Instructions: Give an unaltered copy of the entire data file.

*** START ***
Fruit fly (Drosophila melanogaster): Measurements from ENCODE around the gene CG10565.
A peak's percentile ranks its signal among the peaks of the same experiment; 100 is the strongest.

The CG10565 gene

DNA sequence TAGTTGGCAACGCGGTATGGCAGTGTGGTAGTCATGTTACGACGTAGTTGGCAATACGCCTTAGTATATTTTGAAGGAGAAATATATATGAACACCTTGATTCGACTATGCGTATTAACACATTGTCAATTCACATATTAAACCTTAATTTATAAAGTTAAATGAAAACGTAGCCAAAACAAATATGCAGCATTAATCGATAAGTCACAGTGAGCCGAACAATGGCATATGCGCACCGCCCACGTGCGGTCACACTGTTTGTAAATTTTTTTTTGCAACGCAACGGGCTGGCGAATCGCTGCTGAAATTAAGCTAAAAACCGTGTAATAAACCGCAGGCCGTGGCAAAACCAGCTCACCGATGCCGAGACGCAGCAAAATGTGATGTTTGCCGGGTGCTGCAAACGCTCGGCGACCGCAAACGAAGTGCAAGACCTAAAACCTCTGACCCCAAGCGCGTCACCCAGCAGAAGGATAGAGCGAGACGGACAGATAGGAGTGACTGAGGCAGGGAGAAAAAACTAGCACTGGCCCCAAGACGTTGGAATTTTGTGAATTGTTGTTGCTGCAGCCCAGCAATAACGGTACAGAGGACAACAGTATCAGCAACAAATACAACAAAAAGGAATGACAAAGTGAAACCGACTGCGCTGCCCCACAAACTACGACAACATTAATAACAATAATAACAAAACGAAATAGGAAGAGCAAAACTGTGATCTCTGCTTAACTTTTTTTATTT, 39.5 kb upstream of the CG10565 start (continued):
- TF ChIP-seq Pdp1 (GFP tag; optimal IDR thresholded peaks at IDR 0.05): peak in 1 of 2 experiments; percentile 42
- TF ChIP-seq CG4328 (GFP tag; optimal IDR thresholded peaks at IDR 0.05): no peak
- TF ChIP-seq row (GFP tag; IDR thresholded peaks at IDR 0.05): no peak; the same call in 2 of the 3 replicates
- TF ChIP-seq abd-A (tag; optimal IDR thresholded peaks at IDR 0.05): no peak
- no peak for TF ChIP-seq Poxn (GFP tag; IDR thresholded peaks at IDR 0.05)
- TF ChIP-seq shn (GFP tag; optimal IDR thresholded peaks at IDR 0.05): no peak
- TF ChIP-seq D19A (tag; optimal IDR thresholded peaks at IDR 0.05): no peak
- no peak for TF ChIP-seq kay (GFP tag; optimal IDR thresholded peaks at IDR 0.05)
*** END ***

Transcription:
Fruit fly (Drosophila melanogaster): Measurements from ENCODE around the gene CG10565.
A peak's percentile ranks its signal among the peaks of the same experiment; 100 is the strongest.

The CG10565 gene

DNA sequence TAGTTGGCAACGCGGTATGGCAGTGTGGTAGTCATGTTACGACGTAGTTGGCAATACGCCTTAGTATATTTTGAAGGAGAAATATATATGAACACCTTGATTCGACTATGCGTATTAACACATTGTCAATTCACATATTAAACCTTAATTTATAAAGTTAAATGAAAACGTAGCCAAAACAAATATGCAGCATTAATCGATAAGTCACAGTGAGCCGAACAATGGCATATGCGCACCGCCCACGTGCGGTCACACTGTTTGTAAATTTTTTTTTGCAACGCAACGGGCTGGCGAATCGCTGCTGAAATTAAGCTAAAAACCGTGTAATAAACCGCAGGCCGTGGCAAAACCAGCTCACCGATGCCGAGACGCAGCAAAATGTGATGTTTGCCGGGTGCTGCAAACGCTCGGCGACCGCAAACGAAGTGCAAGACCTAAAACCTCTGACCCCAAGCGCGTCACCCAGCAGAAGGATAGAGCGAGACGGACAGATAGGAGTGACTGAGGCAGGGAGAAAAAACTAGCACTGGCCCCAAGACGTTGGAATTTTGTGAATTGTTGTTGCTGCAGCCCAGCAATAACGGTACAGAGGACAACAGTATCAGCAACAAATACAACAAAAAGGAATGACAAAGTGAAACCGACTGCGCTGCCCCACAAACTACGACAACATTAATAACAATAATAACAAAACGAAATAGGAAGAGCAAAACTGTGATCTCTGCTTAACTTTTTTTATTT, 39.5 kb upstream of the CG10565 start (continued):
- TF ChIP-seq Pdp1 (GFP tag; optimal IDR thresholded peaks at IDR 0.05): peak in 1 of 2 experiments; percentile 42
- TF ChIP-seq CG4328 (GFP tag; optimal IDR thresholded peaks at IDR 0.05): no peak
- TF ChIP-seq row (GFP tag; IDR thresholded peaks at IDR 0.05): no peak; the same call in 2 of the 3 replicates
- TF ChIP-seq abd-A (tag; optimal IDR thresholded peaks at IDR 0.05): no peak
- no peak for TF ChIP-seq Poxn (GFP tag; IDR thresholded peaks at IDR 0.05)
- TF ChIP-seq shn (GFP tag; optimal IDR thresholded peaks at IDR 0.05): no peak
- TF ChIP-seq D19A (tag; optimal IDR thresholded peaks at IDR 0.05): no peak
- no peak for TF ChIP-seq kay (GFP tag; optimal IDR thresholded peaks at IDR 0.05)